The mushroom can be prepared in most ways that one can prepare chicken meat. It can also be used as a substitute for chicken in a vegetarian diet. Additionally, it can be frozen for long periods of time and retain its edibility. In certain parts of Germany and North America, it is considered a delicacy.
In some cases eating the mushroom "causes mild reactions . . . for example, swollen lips" or in rare cases "nausea, vomiting, dizziness and disorientation" to those who are sensitive. This is believed to be due to a number of factors that range from very bad allergies to the mushroom's protein, to toxins absorbed by the mushroom from the wood it grows on (for example, eucalyptus or cedar or yew) to simply eating specimens that have decayed past their prime. As such, many field guides request that those who eat Laetiporus exercise caution by only eating fresh, young brackets and begin with small quantities to see how well it sits in their stomach.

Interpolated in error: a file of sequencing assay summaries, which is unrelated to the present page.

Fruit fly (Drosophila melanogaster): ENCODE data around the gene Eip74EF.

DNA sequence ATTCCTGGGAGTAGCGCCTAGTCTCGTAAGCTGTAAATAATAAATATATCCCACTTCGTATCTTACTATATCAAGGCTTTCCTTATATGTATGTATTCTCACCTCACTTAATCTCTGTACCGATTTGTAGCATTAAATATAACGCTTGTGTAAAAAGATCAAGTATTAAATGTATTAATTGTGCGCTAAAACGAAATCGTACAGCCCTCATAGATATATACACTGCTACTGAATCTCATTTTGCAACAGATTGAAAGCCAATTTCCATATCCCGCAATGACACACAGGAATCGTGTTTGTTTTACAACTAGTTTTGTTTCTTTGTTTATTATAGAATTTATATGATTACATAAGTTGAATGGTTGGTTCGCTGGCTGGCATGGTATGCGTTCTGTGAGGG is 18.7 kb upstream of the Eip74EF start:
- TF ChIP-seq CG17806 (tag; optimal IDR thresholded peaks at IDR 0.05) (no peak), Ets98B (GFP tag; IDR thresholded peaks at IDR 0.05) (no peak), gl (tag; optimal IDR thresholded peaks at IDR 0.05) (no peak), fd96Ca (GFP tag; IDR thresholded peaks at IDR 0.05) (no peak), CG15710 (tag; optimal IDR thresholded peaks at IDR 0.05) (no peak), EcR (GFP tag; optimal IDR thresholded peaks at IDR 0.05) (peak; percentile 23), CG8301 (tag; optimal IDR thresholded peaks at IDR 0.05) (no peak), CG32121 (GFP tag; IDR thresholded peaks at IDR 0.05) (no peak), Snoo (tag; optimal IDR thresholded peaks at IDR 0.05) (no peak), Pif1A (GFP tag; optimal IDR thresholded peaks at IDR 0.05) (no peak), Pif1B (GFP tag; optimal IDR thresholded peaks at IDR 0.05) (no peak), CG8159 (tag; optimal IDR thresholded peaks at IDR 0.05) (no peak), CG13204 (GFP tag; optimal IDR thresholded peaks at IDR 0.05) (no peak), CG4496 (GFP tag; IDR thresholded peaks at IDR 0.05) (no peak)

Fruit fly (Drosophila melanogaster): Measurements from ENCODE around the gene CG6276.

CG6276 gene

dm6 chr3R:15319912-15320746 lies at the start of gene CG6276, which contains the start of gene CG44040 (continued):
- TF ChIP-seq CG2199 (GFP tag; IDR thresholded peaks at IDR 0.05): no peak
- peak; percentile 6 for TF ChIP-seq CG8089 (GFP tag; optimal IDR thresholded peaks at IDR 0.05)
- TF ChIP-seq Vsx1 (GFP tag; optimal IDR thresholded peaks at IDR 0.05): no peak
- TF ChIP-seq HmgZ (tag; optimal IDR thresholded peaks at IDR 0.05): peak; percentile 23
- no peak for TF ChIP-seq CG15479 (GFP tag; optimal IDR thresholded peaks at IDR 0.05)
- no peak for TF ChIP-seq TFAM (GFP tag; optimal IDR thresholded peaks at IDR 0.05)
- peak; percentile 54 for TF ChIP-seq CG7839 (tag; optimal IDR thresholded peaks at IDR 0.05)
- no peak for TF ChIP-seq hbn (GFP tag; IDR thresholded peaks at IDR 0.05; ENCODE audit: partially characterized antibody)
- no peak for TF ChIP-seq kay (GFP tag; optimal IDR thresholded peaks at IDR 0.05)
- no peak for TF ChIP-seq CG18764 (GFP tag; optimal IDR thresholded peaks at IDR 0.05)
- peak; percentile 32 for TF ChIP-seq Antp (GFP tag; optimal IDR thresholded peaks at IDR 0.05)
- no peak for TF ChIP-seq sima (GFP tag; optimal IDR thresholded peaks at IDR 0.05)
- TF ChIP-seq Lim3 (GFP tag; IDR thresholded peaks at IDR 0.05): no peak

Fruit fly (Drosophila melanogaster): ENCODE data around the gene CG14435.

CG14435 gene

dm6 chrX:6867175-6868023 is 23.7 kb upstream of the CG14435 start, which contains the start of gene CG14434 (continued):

Laetiporus sulphureus has potent ability to inhibit staph bacteria (Staphylococcus aureus), as well as moderate ability to inhibit the growth of Bacillus subtilis.
Some species, especially Laetiporus sulphureus, are commonly known as crab of the woods, sulphur shelf, chicken of the woods, the chicken mushroom, or the chicken fungus because many think they taste like chicken.